Belting has mostly gone out of style among today’s rock singers, but even if it hadn’t, trying to beat or even resemble Linda Ronstadt at her own game would be a fool’s mission. So it was just fine that the slew of performers at the Ronstadt tribute show Sunday night at the Theatre at Ace Hotel in Downtown Los Angeles mostly put their own stamp on the songs.
In spirit, the night was a loving homage to one of the most powerful voices rock has ever known. But in practicality, the night was also a tribute to the great songwriters of the 20th century. And in a couple of cases, those writers showed up to lovingly reclaim their own material.
One of the night’s surprise guest stars was Don Henley of Eagles, closing the main set down with “Desperado,” introducing it as “the first song I ever wrote with an extraordinary guy named Glenn Frey.” Henley recalled the song “didn’t get much love or attention when it was released on [Eagles’] second album back in April of 1973. In fact, the executives at the record label freaked out: ‘Oh God, they’ve made a fucking cowboy record.’ And then Linda Ronstadt recorded the song and put it on her album Don’t Cry Now that came out in September of 1973 and everything was different.”
“She not only knew what was a great song, she knew why it was a great song,” said J.D. Souther while introducing his song “Faithless Love,” which Ronstadt first recorded and made famous. He added she was “instrumental [in] incentivizing the careers of Lowell George and Warren Zevon and myself.”
Sometimes those incentives were very direct: Souther remembered having puzzled over a bridge on the song for quite a while, “trying to figure out how to modulate it back to the original key in four beats,” when he found himself at Ronstadt’s house one night, playing her the incomplete version. “She said, ‘It sure is pretty. I’ll sing it if you finish it.’ It was finished by morning.”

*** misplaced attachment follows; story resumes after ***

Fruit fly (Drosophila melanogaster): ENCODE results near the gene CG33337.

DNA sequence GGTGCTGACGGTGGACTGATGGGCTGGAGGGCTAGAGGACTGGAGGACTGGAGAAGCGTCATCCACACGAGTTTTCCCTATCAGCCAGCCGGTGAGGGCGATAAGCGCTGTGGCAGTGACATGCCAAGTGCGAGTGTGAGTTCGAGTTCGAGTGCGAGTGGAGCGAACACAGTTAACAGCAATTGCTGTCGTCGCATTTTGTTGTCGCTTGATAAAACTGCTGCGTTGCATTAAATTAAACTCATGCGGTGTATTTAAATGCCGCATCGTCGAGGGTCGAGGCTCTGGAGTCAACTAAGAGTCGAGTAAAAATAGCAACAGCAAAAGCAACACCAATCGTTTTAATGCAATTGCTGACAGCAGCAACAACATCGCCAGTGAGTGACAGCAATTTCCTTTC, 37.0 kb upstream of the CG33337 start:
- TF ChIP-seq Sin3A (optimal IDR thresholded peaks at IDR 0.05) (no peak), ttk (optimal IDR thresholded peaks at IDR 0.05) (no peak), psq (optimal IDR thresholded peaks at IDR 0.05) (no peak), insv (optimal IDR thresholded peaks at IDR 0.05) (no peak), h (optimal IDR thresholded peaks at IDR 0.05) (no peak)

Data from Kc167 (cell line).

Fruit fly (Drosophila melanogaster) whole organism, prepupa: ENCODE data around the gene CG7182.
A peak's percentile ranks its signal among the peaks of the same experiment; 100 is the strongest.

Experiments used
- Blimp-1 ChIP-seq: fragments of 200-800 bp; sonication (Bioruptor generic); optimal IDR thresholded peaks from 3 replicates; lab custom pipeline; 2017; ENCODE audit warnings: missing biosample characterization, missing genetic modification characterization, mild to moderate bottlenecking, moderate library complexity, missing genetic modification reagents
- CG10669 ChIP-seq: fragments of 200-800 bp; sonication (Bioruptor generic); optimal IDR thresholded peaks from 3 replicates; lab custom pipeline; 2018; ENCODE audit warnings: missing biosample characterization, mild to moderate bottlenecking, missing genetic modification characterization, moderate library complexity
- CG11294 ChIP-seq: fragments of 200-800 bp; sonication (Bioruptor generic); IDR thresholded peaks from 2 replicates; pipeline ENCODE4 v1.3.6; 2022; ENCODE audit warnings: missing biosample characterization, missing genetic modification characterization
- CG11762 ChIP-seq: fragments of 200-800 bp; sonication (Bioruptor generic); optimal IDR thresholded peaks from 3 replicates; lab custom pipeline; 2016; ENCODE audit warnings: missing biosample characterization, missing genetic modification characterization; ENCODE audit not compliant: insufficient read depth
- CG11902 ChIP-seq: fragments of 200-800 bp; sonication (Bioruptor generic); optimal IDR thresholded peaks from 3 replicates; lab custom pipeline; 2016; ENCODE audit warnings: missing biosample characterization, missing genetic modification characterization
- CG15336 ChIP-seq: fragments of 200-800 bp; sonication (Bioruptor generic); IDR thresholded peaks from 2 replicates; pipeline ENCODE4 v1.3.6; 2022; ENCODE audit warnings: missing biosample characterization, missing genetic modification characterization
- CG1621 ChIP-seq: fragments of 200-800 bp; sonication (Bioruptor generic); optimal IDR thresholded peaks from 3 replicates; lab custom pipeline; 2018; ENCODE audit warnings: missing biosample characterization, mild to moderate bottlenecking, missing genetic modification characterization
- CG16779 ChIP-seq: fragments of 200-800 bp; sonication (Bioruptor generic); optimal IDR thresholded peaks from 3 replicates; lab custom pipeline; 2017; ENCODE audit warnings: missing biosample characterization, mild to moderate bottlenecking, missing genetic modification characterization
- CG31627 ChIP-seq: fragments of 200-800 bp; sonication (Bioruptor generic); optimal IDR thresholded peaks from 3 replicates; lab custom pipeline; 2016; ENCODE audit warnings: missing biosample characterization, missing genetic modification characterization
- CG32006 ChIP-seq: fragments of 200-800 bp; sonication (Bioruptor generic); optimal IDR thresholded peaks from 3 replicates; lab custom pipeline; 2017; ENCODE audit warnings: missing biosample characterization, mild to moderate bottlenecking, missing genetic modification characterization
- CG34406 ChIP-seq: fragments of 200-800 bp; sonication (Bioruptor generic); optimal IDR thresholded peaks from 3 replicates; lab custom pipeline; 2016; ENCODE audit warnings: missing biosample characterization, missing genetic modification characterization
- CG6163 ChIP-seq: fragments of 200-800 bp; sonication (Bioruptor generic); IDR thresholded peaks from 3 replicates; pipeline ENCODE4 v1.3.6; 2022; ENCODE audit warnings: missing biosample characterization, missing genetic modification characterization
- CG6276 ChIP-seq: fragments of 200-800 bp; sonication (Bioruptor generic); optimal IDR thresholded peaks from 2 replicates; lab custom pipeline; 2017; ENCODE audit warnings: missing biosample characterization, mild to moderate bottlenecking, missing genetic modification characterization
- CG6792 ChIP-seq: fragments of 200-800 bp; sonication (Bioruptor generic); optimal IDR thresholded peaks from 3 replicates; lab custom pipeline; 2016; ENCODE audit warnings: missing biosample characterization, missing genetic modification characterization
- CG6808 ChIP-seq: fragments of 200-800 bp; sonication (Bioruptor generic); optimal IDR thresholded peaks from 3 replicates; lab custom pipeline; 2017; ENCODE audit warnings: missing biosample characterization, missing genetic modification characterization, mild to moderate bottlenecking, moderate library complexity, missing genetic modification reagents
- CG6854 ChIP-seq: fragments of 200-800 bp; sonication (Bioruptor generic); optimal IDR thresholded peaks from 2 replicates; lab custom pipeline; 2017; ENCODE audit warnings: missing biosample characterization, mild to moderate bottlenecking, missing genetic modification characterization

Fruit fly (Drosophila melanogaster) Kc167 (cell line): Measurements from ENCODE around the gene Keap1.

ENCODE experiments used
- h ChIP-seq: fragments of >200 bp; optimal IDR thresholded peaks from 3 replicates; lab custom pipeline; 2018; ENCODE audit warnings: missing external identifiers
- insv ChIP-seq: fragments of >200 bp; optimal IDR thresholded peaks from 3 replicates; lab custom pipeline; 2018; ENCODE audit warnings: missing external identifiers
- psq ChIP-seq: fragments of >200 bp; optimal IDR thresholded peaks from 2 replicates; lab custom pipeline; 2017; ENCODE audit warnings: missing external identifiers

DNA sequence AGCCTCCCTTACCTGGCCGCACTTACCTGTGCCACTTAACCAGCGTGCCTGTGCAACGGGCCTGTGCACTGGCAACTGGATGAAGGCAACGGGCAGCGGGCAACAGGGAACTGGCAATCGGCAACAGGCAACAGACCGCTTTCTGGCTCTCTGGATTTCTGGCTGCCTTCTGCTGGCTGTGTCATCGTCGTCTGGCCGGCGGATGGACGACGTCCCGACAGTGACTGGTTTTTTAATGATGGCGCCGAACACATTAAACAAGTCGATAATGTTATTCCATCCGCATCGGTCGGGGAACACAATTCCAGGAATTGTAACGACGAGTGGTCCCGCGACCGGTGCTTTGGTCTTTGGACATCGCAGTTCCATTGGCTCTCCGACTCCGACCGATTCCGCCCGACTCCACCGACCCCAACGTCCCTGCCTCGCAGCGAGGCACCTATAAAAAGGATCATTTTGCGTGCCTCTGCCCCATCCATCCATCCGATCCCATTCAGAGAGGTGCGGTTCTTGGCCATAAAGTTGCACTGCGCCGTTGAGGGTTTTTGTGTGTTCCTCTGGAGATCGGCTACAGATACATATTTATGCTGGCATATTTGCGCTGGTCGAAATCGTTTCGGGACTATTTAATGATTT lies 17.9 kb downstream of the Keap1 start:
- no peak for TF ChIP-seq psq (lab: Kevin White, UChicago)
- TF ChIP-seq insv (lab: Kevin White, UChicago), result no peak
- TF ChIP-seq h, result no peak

Although Jackson Browne‘s connection with Ronstadt had to do more with sharing a bed-less bus on their first co-headlining tour than it did sharing material, Browne lauded “her incredible, uncanny ability to find songs and breathe new life into them.” As proof, he sang Lowell George’s “Willin’,” which Ronstadt recorded in 1974, describing it as “one of the greatest songs anybody ever wrote.”
You could sense a moment of hesitation in some of the introductions as the artists caught themselves seemingly wondering whether to refer to Ronstadt in the past or present tense. Due to advanced Parkinson’s disease, her concert career ended almost a decade ago and she now rarely travels nowadays and did not attend. But even in her absence, given the many losses the music world has experienced this year, it felt good to honor such a great while she is still with us.
“I’m thankful that we were on the planet at the same time,” said Aaron Neville, chuckling to remember that the first song they ever sang together was the slightly demanding “Ave Maria,” before he launched into a solo rendition of the duet “Don’t Know Much” that put both of them back on the pop map in a major way.
Even as he put his finger to his ear in a seeming attempt to better hear himself, Neville delivered a three-minute master class in vocal reinterpretation, earning the night’s most spontaneous standing ovation.
While no one else rose to that level of heart-stopping mastery, no one else really tried as the other performers offered more modest takes on classic or occasionally obscure material. The interpreters were all well-chosen, to a man or woman, each representing some splinter of Ronstadt’s shifting persona over the decades.
Gaby Moreno was the strongest possible pick for “Rogaciano El Huapanguero,” a cut from Ronstadt’s original smash 1987 album of traditional Mexican material, not just because the Guatemalan singer is one of the most promising bilingual talents, but because in a certain light there was something about her look that made her a momentary dead ringer for Ronstadt at her curliest-haired in the late ’70s.